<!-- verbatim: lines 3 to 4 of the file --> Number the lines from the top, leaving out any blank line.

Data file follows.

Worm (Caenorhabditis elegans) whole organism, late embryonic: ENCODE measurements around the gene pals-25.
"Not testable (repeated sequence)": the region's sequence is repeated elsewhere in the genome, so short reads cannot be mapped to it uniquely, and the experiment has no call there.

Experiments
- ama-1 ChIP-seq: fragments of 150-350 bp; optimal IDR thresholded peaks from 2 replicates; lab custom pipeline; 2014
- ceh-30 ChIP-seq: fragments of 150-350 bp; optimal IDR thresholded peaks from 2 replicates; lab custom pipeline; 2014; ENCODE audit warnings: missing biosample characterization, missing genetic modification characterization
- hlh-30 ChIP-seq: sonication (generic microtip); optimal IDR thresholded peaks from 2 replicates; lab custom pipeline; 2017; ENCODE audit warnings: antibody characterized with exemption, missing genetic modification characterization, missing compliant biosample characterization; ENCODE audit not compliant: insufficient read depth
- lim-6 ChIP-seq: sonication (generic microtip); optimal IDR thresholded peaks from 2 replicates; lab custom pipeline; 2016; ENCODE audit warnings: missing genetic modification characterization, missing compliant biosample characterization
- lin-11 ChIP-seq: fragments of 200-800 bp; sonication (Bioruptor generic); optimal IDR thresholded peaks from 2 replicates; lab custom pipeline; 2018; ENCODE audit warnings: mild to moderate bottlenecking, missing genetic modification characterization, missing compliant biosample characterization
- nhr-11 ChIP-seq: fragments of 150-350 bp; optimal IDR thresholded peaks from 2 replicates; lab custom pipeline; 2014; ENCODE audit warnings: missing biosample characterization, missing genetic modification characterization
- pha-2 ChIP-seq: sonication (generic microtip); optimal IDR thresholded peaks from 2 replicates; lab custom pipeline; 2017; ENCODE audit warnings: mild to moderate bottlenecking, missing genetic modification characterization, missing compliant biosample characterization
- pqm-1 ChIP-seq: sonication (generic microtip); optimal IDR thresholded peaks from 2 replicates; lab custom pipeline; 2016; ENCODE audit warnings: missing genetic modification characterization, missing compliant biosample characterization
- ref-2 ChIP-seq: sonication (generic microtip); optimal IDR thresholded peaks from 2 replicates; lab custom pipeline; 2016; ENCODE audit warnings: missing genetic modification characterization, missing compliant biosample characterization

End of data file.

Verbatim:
Experiments
- ama-1 ChIP-seq: fragments of 150-350 bp; optimal IDR thresholded peaks from 2 replicates; lab custom pipeline; 2014